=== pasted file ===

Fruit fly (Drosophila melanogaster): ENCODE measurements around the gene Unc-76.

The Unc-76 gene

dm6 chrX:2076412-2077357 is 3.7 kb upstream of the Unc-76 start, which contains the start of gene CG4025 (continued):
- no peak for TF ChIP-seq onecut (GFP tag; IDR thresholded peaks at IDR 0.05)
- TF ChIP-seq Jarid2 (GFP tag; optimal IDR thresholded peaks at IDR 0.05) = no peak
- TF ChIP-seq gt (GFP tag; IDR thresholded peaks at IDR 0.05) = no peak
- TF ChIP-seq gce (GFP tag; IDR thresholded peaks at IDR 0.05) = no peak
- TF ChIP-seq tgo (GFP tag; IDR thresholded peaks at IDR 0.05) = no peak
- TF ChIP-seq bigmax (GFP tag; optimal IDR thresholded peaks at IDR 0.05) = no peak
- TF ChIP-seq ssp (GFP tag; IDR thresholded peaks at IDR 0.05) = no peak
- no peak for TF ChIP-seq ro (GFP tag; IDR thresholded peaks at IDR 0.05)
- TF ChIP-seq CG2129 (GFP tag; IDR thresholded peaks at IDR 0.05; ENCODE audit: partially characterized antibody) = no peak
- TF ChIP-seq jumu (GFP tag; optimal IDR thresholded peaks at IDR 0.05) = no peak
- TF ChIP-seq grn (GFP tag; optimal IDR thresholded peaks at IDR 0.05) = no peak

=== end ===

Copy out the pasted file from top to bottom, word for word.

Fruit fly (Drosophila melanogaster): ENCODE measurements around the gene Unc-76.

The Unc-76 gene

dm6 chrX:2076412-2077357 is 3.7 kb upstream of the Unc-76 start, which contains the start of gene CG4025 (continued):
- no peak for TF ChIP-seq onecut (GFP tag; IDR thresholded peaks at IDR 0.05)
- TF ChIP-seq Jarid2 (GFP tag; optimal IDR thresholded peaks at IDR 0.05) = no peak
- TF ChIP-seq gt (GFP tag; IDR thresholded peaks at IDR 0.05) = no peak
- TF ChIP-seq gce (GFP tag; IDR thresholded peaks at IDR 0.05) = no peak
- TF ChIP-seq tgo (GFP tag; IDR thresholded peaks at IDR 0.05) = no peak
- TF ChIP-seq bigmax (GFP tag; optimal IDR thresholded peaks at IDR 0.05) = no peak
- TF ChIP-seq ssp (GFP tag; IDR thresholded peaks at IDR 0.05) = no peak
- no peak for TF ChIP-seq ro (GFP tag; IDR thresholded peaks at IDR 0.05)
- TF ChIP-seq CG2129 (GFP tag; IDR thresholded peaks at IDR 0.05; ENCODE audit: partially characterized antibody) = no peak
- TF ChIP-seq jumu (GFP tag; optimal IDR thresholded peaks at IDR 0.05) = no peak
- TF ChIP-seq grn (GFP tag; optimal IDR thresholded peaks at IDR 0.05) = no peak